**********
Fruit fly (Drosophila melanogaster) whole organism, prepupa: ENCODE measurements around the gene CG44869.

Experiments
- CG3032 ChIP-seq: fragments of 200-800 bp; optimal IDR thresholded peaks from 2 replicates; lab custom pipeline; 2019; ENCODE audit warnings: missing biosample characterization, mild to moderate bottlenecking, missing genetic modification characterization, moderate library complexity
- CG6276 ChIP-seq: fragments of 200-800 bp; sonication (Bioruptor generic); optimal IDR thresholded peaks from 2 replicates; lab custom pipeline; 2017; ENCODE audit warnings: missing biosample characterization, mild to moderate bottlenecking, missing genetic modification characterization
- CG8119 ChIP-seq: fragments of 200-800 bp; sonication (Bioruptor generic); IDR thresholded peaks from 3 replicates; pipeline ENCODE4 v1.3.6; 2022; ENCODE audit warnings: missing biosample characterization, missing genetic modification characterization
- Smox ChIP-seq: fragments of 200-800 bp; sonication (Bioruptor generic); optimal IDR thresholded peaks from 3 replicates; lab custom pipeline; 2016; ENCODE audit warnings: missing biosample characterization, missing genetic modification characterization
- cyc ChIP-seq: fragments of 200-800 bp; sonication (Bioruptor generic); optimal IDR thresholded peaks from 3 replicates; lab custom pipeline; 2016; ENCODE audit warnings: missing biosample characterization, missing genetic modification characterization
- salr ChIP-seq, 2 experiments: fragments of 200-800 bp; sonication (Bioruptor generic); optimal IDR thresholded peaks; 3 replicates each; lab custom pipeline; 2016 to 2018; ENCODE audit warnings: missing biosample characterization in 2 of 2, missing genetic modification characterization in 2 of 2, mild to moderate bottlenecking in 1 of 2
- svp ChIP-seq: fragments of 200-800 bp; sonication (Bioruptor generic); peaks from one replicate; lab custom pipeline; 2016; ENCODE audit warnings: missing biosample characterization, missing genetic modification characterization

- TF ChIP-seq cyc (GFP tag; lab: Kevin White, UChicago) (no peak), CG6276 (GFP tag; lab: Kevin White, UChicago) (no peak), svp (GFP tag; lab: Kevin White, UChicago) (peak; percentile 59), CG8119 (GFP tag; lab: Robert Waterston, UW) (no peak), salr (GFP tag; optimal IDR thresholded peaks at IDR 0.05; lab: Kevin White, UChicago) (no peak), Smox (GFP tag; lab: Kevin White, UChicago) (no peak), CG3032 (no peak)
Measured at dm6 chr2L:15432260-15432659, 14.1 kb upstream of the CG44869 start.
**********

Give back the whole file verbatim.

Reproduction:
Fruit fly (Drosophila melanogaster) whole organism, prepupa: ENCODE measurements around the gene CG44869.

Experiments
- CG3032 ChIP-seq: fragments of 200-800 bp; optimal IDR thresholded peaks from 2 replicates; lab custom pipeline; 2019; ENCODE audit warnings: missing biosample characterization, mild to moderate bottlenecking, missing genetic modification characterization, moderate library complexity
- CG6276 ChIP-seq: fragments of 200-800 bp; sonication (Bioruptor generic); optimal IDR thresholded peaks from 2 replicates; lab custom pipeline; 2017; ENCODE audit warnings: missing biosample characterization, mild to moderate bottlenecking, missing genetic modification characterization
- CG8119 ChIP-seq: fragments of 200-800 bp; sonication (Bioruptor generic); IDR thresholded peaks from 3 replicates; pipeline ENCODE4 v1.3.6; 2022; ENCODE audit warnings: missing biosample characterization, missing genetic modification characterization
- Smox ChIP-seq: fragments of 200-800 bp; sonication (Bioruptor generic); optimal IDR thresholded peaks from 3 replicates; lab custom pipeline; 2016; ENCODE audit warnings: missing biosample characterization, missing genetic modification characterization
- cyc ChIP-seq: fragments of 200-800 bp; sonication (Bioruptor generic); optimal IDR thresholded peaks from 3 replicates; lab custom pipeline; 2016; ENCODE audit warnings: missing biosample characterization, missing genetic modification characterization
- salr ChIP-seq, 2 experiments: fragments of 200-800 bp; sonication (Bioruptor generic); optimal IDR thresholded peaks; 3 replicates each; lab custom pipeline; 2016 to 2018; ENCODE audit warnings: missing biosample characterization in 2 of 2, missing genetic modification characterization in 2 of 2, mild to moderate bottlenecking in 1 of 2
- svp ChIP-seq: fragments of 200-800 bp; sonication (Bioruptor generic); peaks from one replicate; lab custom pipeline; 2016; ENCODE audit warnings: missing biosample characterization, missing genetic modification characterization

- TF ChIP-seq cyc (GFP tag; lab: Kevin White, UChicago) (no peak), CG6276 (GFP tag; lab: Kevin White, UChicago) (no peak), svp (GFP tag; lab: Kevin White, UChicago) (peak; percentile 59), CG8119 (GFP tag; lab: Robert Waterston, UW) (no peak), salr (GFP tag; optimal IDR thresholded peaks at IDR 0.05; lab: Kevin White, UChicago) (no peak), Smox (GFP tag; lab: Kevin White, UChicago) (no peak), CG3032 (no peak)
Measured at dm6 chr2L:15432260-15432659, 14.1 kb upstream of the CG44869 start.